Butterfly Tagging and Other Offbeat Fun

 

An expert tags a monarch  butterfly
An expert tags a monarch butterfly at a fall monarch festival at a national wildlife refuge. The netting and tagging of butterflies for tracking are highlights of the popular festivals. Once tagged, the butterfly is released to continue on its migratory route. (Photo: USFWS)

Like your nature a bit offbeat? Some national wildlife refuges read your mind. Consider these events scheduled for this year.

Top, selenite crystals found at Salt Plains National Wildlife Refuge
Top, selenite crystals found at Salt Plains National Wildlife Refuge are popular souvenirs. Bottom, a snowy plover nest at the refuge incorporates selenite crystals common to the area. (Photos: Tim Jones; USFWS)

Get your hands dirty and dig for selenite crystals
April 1 to October 15, 2017, sunup to sundown
Salt Plains National Wildlife Refuge, Jet, Oklahoma

Unearth a distinctive souvenir from just below the salt-encrusted surface of northwestern Oklahoma: selenite crystals with an hourglass shape. Digging for selenite — a form of the mineral gypsum — predates the establishment of the refuge in 1930. The refuge allows the practice to continue and last year welcomed 75,000 diggers.

Digging is allowed on about 200 of the 13,000 acres of salt flats. Sites are subject to change. Wear a hat and sunblock. Bring plenty of bottled water and a change of clothes — crystal hunting can be messy. Diggers may bring home up to 10 pounds of crystals a day or one large cluster. Selling the crystals is prohibited. More information here or at 580-626-4794.



male Attwater’s prairie chicken puffs out orange sacks
A male Attwater’s prairie chicken puffs out orange sacs on the sides of its neck and fans its tail in a signature courtship dance. The annual Prairie Chicken Festival every spring at Attwater Prairie Chicken National Wildlife Refuge in Texas gives visitors a chance to see the bird’s colorful courtship ritual.  (Photo: USFWS)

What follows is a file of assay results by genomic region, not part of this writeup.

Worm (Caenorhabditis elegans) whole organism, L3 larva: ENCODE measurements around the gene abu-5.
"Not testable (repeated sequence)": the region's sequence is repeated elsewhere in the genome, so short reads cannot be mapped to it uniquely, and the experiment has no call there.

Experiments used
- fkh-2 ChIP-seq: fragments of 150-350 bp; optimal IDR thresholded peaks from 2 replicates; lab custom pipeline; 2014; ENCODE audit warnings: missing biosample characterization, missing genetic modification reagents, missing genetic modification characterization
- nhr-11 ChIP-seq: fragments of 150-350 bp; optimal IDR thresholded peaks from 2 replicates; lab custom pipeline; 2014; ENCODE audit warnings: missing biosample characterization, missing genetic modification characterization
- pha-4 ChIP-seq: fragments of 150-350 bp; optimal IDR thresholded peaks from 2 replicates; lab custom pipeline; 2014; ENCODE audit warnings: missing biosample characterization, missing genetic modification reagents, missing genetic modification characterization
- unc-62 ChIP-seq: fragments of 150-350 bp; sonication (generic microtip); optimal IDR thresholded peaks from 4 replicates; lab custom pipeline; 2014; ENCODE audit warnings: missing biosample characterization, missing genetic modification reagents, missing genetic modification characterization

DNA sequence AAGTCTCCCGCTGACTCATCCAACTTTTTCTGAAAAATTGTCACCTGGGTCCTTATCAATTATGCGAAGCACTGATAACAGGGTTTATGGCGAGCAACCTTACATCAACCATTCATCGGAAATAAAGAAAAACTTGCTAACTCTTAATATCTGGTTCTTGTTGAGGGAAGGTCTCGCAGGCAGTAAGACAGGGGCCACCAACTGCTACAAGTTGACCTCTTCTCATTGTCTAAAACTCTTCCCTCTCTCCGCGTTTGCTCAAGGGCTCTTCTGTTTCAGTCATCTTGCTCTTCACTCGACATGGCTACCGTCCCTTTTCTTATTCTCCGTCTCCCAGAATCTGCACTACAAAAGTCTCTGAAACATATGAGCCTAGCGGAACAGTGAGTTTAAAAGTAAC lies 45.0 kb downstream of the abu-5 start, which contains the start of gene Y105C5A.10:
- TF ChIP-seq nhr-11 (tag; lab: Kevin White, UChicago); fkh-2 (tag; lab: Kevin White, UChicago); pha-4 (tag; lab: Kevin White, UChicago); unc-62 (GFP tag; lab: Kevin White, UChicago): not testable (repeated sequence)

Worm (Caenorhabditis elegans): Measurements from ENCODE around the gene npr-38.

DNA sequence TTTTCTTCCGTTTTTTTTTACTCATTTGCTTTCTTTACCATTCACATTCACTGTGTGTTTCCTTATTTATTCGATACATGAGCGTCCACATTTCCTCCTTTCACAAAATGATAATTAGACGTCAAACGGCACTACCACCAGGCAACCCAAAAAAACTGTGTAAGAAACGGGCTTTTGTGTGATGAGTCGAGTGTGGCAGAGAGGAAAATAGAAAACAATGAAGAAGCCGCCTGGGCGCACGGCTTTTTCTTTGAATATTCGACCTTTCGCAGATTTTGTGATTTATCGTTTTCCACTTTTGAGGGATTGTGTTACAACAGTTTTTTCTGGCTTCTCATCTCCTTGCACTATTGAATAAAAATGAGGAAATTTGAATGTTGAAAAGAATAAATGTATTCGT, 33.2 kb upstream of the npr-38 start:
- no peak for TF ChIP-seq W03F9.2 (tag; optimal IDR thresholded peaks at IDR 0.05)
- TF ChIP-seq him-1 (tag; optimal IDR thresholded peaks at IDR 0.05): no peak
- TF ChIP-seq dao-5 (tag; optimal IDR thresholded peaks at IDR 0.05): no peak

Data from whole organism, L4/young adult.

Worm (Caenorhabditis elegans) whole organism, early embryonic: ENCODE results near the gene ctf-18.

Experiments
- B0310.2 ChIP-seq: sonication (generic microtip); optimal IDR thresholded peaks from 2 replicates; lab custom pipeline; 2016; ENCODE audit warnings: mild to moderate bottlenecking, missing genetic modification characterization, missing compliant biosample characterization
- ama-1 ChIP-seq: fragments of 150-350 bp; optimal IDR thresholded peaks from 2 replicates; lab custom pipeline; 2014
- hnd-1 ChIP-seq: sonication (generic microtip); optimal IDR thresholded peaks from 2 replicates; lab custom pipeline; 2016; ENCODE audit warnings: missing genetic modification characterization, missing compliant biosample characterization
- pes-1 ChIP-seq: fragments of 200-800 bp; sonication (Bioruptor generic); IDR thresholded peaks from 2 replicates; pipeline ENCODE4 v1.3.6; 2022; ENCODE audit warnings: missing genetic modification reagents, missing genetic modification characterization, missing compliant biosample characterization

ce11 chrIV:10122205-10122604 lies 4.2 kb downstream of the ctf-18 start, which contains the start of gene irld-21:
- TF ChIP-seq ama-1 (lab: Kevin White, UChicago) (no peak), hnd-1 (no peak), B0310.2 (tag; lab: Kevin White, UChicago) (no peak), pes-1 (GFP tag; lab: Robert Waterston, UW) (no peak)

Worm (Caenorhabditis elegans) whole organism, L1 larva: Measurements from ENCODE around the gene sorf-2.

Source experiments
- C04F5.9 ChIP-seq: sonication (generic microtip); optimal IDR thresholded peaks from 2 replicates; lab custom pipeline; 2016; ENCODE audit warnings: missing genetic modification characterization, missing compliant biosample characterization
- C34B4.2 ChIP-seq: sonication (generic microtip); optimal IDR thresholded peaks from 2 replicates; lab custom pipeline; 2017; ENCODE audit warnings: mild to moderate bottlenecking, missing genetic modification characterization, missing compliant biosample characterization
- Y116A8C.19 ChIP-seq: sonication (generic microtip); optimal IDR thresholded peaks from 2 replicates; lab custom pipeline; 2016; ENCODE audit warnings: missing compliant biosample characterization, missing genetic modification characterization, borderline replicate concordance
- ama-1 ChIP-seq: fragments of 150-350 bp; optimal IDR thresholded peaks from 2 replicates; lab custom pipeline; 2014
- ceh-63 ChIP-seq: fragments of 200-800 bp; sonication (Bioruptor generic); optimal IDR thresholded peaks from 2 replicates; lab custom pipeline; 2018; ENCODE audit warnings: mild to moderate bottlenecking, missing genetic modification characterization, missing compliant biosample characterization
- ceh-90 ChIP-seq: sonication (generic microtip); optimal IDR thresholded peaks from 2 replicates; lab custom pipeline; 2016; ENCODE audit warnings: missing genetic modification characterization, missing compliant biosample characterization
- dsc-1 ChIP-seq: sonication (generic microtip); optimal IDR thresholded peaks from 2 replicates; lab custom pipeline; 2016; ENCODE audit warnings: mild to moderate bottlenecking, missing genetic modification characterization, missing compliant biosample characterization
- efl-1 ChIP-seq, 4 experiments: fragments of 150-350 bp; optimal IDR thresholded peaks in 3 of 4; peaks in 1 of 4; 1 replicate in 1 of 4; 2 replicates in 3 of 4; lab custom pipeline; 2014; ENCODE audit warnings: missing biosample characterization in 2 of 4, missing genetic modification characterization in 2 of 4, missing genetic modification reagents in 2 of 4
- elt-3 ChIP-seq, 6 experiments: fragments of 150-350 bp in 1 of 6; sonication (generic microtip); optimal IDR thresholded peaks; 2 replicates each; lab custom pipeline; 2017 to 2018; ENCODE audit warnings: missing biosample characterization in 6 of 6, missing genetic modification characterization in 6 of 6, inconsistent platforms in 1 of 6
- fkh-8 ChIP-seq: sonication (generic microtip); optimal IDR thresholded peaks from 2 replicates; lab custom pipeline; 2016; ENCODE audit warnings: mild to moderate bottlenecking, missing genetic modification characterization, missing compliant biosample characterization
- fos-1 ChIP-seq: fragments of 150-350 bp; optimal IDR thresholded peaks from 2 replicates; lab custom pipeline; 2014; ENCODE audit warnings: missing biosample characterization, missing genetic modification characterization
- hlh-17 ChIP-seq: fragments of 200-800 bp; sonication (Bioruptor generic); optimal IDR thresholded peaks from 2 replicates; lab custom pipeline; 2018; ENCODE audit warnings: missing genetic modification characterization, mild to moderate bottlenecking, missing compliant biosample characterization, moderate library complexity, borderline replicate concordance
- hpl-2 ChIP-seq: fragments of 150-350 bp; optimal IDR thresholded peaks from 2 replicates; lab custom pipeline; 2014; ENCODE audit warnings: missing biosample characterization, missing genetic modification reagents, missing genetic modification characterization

Learn lessons in love at a Prairie Chicken Festival
April 8-9, 2017
Attwater Prairie Chicken National Wildlife Refuge, Eagle Lake, Texas

Valentine’s Day may have passed, but prairie chickens are still in the mood for romance. See males of the species perform their flamboyant courtship dance – complete with foot stomps, fanned tail feathers, inflated orange air sacs and strange booming sounds. Bring your binoculars for a morning trip through the coastal prairies of southeastern Texas. Save time for refuge wildflower tours and walks to explore the diversity of the habitat.



Participants in a Wolf Howl
Participants in a Wolf Howl at Alligator River National Wildlife Refuge in North Carolina howl to endangered red wolves and wait for the wolves to howl back. (Photo: Steve Hillebrand/USFWS)

Get goosebumps on a Wolf Howl
Saturday, April 8, 2017;  7 to 8:30 p.m.
Saturday, May 13, 2017;  7:30 to 9 p.m.
Alligator River National Wildlife Refuge, Manteo, North Carolina

Head into the woods after dark with Alligator River Refuge staff and hear the chilling howl of endangered red wolves. The wolves are bred in captivity as part of a species recovery effort in northeastern North Carolina. Here’s an update on the status of the red wolf recovery program

Both spring wolf howls are free. Summertime howling events (every Wednesday in June, July and August, from 7:30 to 9 p.m.) cost $10 each for adults. Children under 12 attend free. Look for more free howling events this fall.

Meet at Creef Cut Wildlife Trail parking lot (Milltail Road and Hwy 64, west of Manns Harbor).


Jackson District Boy Scouts carry elk antlers
In Wyoming, Jackson District Boy Scouts carry elk antlers gathered with special permission at National Elk Refuge for auction at Jackson’s annual ElkFest. (Photo: Lori Iverson/USFWS)

Bid on antlers at ElkFest
Saturday, May 20, 2017
Jackson, Wyoming

Each spring, thousands of elk at Wyoming’s National Elk Refuge shed their antlers and begin migrating north. Jackson District Boy Scouts help refuge staff gather the antlers. Then the antlers are auctioned off in Jackson town square. Place your bid! Most ElkFest proceeds help fund National Elk Refuge conservation efforts.

Other ElkFest events later in the week generally include the Mountain Man Rendezvous, a competition in archery and knife throwing, and the High Noon Chili Cook-Off.  Check the Jackson Hole Chamber of Commerce for updates.

Register for the antler auction at 307-733-5935 or info@elkfest.org. More information here.

While you’re in the area, visit the refuge to look for wild elk that haven’t left yet.